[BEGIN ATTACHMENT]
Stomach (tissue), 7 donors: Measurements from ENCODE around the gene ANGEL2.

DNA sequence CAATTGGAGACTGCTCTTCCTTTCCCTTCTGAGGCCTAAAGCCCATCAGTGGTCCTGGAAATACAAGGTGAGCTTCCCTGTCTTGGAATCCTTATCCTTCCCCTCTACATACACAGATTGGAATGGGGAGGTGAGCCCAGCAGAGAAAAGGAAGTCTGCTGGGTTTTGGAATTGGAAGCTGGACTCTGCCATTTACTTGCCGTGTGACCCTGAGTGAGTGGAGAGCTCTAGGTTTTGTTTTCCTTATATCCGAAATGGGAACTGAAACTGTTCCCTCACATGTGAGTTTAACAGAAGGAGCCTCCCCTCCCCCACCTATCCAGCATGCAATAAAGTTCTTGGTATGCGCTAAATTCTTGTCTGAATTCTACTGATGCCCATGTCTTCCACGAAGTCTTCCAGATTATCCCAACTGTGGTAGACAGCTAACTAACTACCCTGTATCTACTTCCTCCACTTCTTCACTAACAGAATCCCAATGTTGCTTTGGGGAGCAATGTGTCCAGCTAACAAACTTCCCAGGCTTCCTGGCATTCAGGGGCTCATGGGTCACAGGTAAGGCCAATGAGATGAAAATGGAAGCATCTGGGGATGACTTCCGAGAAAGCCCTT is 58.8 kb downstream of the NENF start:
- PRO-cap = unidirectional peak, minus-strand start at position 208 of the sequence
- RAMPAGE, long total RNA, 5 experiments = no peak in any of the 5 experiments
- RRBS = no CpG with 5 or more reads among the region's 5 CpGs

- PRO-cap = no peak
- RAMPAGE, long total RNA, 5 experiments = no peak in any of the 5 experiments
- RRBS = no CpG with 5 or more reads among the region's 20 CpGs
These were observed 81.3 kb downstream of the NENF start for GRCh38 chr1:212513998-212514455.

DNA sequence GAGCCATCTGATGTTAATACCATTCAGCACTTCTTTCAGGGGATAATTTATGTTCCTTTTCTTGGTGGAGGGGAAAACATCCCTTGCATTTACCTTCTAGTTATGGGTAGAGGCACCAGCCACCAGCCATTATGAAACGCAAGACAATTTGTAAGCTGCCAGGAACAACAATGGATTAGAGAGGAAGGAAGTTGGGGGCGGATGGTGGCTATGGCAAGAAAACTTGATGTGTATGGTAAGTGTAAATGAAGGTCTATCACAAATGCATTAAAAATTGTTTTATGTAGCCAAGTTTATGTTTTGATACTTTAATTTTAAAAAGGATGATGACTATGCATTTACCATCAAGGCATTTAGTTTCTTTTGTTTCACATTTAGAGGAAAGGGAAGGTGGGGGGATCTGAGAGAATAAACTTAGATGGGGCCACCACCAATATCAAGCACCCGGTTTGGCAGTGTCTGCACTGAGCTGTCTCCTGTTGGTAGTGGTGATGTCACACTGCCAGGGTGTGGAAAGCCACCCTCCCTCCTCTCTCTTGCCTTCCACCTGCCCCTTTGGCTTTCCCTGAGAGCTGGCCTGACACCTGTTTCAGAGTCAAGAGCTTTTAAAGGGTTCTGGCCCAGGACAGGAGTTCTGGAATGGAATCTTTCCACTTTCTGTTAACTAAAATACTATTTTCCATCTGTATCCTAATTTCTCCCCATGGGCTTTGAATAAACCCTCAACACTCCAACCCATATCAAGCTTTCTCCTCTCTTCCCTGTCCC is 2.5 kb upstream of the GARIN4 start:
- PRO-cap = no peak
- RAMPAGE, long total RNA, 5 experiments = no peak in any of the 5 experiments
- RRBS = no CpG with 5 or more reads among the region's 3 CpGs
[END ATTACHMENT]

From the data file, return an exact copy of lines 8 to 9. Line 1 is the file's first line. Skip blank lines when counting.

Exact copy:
- RRBS = no CpG with 5 or more reads among the region's 20 CpGs
These were observed 81.3 kb downstream of the NENF start for GRCh38 chr1:212513998-212514455.